Newtown, CT – October 24, 2015
“The features of markets described in economic textbooks are not found in the healthcare industry and thus inhibit efficient operations of supply and demand” – This quote from our friend Rob Burns continues with: “These features include lack of price information and pricing transparency; lack of data on product quality; the resulting inability to assess the comparative value (defined as quality divided by cost) of products and services; asymmetric information between providers and consumers; imperfect agency relationships between physicians and their patients; the heavy role of government as both a buyer and regulator; and moral hazard flowing from insurance coverage leading to distortions in market efficiency.” For the non-economists, the translation is pretty simple. Consumer-patients have no real idea about the price of the services they’re buying; some of them don’t care because they’re insulated from that price; they can’t assess the comparative quality of physicians and hospitals because there’s a significant lack of useful information available; and the providers, who should be seeing after their welfare, are often torn away from that goal by bad financial incentives. Fixing all this, however, isn’t as complicated as it seems.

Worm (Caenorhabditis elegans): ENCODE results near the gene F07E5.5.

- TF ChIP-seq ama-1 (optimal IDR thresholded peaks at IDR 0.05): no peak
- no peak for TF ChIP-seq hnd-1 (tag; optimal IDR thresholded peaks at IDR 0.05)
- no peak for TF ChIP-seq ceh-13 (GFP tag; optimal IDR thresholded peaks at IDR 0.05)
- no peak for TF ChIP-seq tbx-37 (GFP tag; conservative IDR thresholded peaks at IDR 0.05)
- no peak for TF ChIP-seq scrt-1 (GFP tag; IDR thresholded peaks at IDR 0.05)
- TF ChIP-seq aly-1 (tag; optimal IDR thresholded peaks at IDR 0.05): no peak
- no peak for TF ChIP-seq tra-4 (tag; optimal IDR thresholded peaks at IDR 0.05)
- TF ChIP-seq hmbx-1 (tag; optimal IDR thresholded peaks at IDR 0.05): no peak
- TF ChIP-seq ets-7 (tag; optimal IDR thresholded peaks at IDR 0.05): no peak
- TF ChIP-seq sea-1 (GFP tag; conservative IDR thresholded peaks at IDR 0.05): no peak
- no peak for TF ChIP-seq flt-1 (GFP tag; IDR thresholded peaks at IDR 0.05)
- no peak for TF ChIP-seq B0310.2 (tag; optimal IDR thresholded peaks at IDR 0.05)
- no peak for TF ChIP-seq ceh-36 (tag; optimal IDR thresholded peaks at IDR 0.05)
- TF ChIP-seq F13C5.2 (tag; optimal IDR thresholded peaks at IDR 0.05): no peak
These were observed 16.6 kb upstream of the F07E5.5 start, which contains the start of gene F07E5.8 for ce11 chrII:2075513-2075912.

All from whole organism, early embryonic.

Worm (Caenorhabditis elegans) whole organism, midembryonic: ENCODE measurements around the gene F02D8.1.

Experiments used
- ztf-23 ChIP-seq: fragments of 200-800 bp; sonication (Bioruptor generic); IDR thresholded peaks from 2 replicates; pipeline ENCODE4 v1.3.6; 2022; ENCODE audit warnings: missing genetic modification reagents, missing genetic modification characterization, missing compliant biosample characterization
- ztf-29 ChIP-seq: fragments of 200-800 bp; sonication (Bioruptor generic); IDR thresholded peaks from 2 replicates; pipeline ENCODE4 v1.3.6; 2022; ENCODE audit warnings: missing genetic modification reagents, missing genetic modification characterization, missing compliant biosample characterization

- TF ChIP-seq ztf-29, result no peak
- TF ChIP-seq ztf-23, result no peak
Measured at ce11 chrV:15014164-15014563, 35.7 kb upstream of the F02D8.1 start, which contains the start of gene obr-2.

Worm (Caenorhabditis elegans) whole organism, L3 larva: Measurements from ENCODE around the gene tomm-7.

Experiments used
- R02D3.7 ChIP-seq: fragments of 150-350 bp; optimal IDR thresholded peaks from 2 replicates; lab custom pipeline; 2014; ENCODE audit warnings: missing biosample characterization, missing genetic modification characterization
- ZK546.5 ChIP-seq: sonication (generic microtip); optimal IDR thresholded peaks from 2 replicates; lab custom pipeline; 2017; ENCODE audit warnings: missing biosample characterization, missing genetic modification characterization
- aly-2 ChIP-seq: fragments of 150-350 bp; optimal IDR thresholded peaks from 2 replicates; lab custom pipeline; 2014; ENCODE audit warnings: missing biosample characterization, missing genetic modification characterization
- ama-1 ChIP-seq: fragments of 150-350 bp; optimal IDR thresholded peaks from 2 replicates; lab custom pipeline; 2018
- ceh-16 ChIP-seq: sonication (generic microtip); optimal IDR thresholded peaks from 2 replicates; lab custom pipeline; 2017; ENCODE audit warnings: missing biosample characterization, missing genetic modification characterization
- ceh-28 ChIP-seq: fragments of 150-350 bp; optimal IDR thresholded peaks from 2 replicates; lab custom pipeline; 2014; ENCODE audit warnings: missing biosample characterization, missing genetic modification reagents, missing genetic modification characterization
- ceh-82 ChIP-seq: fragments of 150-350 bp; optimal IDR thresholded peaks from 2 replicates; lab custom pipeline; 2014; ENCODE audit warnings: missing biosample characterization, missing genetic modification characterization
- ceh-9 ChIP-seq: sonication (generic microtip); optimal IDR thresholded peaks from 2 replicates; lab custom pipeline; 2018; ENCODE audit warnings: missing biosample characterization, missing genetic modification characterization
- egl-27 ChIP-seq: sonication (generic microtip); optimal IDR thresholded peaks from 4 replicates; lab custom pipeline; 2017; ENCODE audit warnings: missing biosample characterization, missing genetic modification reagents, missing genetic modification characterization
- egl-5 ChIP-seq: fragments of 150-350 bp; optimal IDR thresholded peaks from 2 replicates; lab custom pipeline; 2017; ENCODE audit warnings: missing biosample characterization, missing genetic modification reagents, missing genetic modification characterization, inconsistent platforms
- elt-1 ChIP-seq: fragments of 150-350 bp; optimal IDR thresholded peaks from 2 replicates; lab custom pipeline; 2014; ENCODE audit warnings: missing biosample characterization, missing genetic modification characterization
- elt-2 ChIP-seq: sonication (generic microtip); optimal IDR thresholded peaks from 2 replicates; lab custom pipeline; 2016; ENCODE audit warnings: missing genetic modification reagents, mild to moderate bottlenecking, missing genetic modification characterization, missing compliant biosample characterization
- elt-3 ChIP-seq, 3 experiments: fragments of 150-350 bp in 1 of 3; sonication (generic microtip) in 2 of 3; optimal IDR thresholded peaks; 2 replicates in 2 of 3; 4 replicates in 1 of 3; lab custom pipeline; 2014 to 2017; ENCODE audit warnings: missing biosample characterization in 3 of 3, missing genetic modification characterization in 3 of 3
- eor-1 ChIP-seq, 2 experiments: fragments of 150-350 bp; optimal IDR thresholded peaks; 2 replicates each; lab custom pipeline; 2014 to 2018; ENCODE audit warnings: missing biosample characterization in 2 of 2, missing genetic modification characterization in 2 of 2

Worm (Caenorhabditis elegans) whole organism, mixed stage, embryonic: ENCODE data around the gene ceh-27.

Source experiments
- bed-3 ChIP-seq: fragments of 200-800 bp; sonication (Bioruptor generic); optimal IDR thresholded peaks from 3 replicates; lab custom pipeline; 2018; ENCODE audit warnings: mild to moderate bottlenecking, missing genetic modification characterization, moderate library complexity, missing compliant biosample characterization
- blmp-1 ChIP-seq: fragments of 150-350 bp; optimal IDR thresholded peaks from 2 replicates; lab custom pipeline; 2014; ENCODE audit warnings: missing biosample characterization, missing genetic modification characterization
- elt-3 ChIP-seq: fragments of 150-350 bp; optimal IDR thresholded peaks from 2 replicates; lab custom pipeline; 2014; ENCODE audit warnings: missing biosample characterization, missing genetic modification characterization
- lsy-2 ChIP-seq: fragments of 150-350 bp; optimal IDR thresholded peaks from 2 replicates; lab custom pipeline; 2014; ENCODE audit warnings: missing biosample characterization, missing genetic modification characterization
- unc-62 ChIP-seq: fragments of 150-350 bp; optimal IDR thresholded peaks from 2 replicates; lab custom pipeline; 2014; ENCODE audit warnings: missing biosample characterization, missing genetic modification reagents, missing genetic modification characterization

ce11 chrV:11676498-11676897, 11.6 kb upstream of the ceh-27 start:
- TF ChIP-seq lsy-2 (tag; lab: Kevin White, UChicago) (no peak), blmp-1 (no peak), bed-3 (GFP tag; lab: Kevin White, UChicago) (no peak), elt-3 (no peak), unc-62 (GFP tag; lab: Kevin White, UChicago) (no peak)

What this means to you – First, the shift to far greater cost-sharing is solving some of the moral hazard problem. It’s creating other potential problems of patient self-rationing needed care, but that could be countered with value-based insurance designs. Second, pricing transparency is making significant advances thanks to States enacting needed legislation. There aren’t enough of them doing it, but we can see that the momentum has shifted towards good solutions. Third, transparency in quality could be achieved if the States that are enacting all-payer claims databases use them to calculate real quality measures. We will be contributing to that in the next few weeks, so stay tuned. Fourth, payment reform is spreading, trying to reduce the imperfect agency relationship between providers and patients. There is, however, significant resistance to all of this from the industry that has benefited from all the economic distortions. For example, earlier this year the payers and hospitals in Oregon mounted a successful lobbying effort to kill a transparency bill. There’s also a group of misguided employers that are pushing the Supreme Court to dispense them from having their TPAs provide data to all-payer databases. That’s just crazy. Similarly, there’s a group of yahoos that has banded to repeal the “Cadillac Tax”, which is one of the ways in which we can address moral hazard. And finally, stupid mistakes in designing and implementing new payment models can be more lethal than not implementing them at all. This week the champion of ACOs, Dartmouth-Hitchcock, left the Pioneer program. There are good reasons for having done so, but we should worry about the growing perception that these programs can’t work. They can, when designed right. We have seen how the market can function much like other markets. It takes concerted effort and a willingness to accept feedback and make continuous course corrections. It also takes unrelenting determination. So stick with it.